Instant grocery startups sprang up and grew like weeds during COVID-19, fueled by consumers opting to practice social distancing and ready to order their food and sundries at the tap of an app, and VCs seeing a gap in the delivery market that had yet to be definitively filled. Now, perhaps inevitably, comes the consolidation. In the latest development, Flink — one of the big instant delivery players out of Germany, backed by DoorDash in the US — is acquiring Cajoo, a large instant delivery startup based in France. Alongside this, Flink is picking up a separate, fresh investment from one of Cajoo’s biggest investors, the supermarket giant Carrefour.
Cajoo will be rebranded as Flink by Q2 of this year; and according to Flink, the combined business will overtake Getir as France’s biggest instant grocery business in terms of reach and turnover, covering Paris and eight other cities with 30 hubs, altogether a potential footprint of 6 million customers. Cajoo currently has 400,000 customers in France.
Financial terms of the deal and the investment are not being disclosed officially, but sources close to the companies tell us that Flink paid between €90 million and €100 million for Cajoo, and that the Carrefour investment is around €60 million to €70 million . We’ve heard that the latter is an equity investment and values Flink at $5 billion (€4.8 billion) post-money — Flink is not providing a comment on that number (we asked).
“Cajoo has done an amazing job in leading the quick commerce revolution in France and building a loyal customer base,” said Oliver Merkel, co-founder of Flink, in a statement. “We are happy to join forces under the Flink brand to create the #1 player in quick commerce in France. At the same time, we feel privileged to enter an exclusive partnership with Carrefour to offer the best assortment at competitive prices to our customers.”
The $5 billion figure is a big hike on Flink’s most recent valuation — which was $2.85 billion when it raised $750 million in the round led by DoorDash in December 2021. That is a sign that for all the talk of the market cooling off for growth- stage startups, there remain some pockets where that is not the case. Part of the story here seems to be about investors consolidating around a smaller set of players, but also that the players themselves are proving their worth by way of numbers. Flink says it is currently operating at an ARR of $500 million and is growing revenues at double-digit percentages week-on-week at the moment, although it is not disclosing actual sales numbers.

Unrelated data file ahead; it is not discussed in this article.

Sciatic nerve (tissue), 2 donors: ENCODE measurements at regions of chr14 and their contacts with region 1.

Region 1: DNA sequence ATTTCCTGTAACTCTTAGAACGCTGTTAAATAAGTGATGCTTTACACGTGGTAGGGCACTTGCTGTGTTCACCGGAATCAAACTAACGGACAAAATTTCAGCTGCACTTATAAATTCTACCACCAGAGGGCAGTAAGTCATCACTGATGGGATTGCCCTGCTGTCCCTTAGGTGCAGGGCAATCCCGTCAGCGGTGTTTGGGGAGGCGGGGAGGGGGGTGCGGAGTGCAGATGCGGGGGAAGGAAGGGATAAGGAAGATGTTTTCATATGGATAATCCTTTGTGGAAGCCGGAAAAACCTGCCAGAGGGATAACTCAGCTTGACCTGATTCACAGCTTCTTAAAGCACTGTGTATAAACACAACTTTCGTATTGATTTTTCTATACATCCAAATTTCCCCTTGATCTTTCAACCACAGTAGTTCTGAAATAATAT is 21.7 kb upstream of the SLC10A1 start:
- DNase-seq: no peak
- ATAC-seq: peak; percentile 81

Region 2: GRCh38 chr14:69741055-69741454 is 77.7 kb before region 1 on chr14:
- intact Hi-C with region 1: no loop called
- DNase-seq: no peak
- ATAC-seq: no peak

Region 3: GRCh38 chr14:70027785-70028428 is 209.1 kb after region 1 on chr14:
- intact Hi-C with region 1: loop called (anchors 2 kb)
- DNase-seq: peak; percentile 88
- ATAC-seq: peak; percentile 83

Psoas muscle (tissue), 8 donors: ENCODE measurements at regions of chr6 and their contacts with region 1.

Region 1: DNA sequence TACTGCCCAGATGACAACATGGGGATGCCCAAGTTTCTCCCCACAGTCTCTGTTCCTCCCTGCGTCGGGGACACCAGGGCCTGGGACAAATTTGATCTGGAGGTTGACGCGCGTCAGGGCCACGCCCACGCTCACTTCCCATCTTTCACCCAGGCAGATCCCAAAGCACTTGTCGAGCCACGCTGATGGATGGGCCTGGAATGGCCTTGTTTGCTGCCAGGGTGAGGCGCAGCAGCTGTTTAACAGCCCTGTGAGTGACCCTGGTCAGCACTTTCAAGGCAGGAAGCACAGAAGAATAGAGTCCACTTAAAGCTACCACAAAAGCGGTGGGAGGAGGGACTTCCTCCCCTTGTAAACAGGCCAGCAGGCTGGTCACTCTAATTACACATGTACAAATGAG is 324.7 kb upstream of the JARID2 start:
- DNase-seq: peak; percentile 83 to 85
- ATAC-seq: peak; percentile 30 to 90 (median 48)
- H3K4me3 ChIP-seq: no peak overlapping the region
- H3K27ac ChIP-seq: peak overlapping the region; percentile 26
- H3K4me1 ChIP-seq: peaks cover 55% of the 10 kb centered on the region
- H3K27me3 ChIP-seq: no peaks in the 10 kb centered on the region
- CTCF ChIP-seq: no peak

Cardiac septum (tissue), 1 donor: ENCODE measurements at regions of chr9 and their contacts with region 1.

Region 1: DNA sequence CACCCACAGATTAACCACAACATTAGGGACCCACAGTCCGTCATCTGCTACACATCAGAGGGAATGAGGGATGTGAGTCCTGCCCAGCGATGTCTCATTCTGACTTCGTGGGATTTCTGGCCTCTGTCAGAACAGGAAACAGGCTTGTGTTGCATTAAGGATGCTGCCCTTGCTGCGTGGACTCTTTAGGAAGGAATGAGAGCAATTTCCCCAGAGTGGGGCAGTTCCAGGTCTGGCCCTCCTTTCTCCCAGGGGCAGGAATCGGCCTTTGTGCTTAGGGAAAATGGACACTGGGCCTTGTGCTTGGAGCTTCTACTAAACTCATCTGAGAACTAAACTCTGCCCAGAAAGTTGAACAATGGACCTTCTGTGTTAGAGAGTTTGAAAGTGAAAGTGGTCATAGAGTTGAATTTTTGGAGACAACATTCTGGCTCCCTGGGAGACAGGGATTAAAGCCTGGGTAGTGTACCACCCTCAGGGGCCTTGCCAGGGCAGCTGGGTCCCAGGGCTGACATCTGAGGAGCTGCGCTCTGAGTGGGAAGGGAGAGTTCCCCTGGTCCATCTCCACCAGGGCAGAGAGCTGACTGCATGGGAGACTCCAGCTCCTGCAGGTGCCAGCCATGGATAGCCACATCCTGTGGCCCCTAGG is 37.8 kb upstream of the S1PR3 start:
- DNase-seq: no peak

As we have previously reported, Flink and Cajoo — itself a very new company, one of the COVID babies in the space, launching only last year — have been in an M&A dance since last autumn, one of the many deals that have been swimming around the heady European market. (Others that have connected include Gorillas buying Frichti in France; Gopuff buying Dija and Fancy; Get buying Blok.) Initially, it was a negotiation that didn’t progress and instead led to Cajoo raising $40 million from Carrefour and others.
However, instant grocery — like other delivery businesses — is very capital-intensive and it looked like Cajoo might have either needed to raise again, or sell up. It may well have been very hard right now to do the former given the wider market conditions.
From what we understand, while there were others also interested in the startup, Flink came out on top in part because of synergies between the two companies: one of Flink’s big backers is also a supermarket chain, REWE, and both startups have built out sourcing. and other functions leaning on their strategic backers’ scale.
“The Cajoo story has been amazing,” said Henri Capoul, CEO of Cajoo, in a statement said with apparently very little irony given the young age of the company. “I am very proud of the whole team, for the value we have created together over the past 15 months to our customers. We are happy to find such great partners with the Flink team with whom we share common values, a similar vision on how to drive customer satisfaction and build a loyal customer base for sustainable growth for years to come. I am very pleased to see how the French tech ecosystem is building great companies, appealing to the best EU companies as today’s news shows that we are getting acquired by the fastest growing company in the European market.”
For the big grocery chains, investing in smaller startups that are building out the technology and business case behind instant delivery is not a bad move: rather than trying to compete on unfamiliar footing, it means they can test out the waters for these new business models and in tapping new demographics and consumer habits with relatively little impact on/disruption of their current operations. And this is a small change for a giant like Carrefour, which operates 13,000 stores in 40 countries, with gross sales of €81.2 billion in 2021.
“Less than a year after joining forces with Cajoo, we are in a position to take part in the market consolidation and forge a valuable strategic partnership with Flink. As a leader in home delivery in Europe, we are delighted to reinforce our e-commerce ambition and bring unprecedented value to Carrefour and Flink customers,” said Elodie Perthuisot, chief e-commerce, digital transformation and data officer at Carrefour.
Nevertheless, France — where grocery chains were relatively late to the delivery game too and where in-person shopping in outdoor markets remains a part of the country’s cultural fabric — is an interesting one to watch when considering the long-term viability and traction of instant -delivery startups.
It will also be interesting to see how and if Flink comes to the UK, one of the biggest markets in Europe, where it has yet to establish any kind of foothold to date.